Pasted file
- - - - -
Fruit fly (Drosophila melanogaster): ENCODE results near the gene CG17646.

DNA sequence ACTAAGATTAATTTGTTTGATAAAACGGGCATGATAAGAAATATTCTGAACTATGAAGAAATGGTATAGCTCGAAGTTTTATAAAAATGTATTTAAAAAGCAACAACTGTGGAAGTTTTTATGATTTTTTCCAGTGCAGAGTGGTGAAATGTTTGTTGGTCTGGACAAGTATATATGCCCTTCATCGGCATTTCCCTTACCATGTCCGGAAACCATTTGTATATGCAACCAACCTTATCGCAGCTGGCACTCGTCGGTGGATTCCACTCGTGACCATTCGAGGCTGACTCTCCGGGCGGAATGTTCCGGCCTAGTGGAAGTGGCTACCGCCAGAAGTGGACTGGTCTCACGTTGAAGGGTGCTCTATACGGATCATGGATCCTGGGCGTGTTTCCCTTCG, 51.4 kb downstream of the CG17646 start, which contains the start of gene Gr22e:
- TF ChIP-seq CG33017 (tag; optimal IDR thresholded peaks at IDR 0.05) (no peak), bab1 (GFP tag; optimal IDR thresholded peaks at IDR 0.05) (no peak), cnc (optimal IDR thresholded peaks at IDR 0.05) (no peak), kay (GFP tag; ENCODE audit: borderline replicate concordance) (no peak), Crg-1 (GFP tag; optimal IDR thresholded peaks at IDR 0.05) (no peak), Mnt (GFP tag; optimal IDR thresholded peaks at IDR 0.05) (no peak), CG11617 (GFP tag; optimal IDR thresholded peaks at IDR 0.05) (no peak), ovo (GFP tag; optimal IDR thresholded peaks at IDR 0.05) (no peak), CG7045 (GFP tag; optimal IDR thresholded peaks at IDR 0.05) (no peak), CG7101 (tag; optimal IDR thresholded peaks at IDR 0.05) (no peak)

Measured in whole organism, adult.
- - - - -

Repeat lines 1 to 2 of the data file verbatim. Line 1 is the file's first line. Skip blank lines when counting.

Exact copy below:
Fruit fly (Drosophila melanogaster): ENCODE results near the gene CG17646.

DNA sequence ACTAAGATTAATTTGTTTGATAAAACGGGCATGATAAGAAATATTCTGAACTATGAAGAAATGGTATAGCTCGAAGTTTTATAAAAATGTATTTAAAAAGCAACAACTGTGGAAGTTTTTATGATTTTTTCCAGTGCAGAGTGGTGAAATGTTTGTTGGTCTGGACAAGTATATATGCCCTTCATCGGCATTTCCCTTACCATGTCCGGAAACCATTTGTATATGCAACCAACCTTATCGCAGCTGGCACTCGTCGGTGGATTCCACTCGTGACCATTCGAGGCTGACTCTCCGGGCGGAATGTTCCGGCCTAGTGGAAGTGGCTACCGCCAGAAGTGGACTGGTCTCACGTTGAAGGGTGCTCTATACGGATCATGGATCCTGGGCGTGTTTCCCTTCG, 51.4 kb downstream of the CG17646 start, which contains the start of gene Gr22e: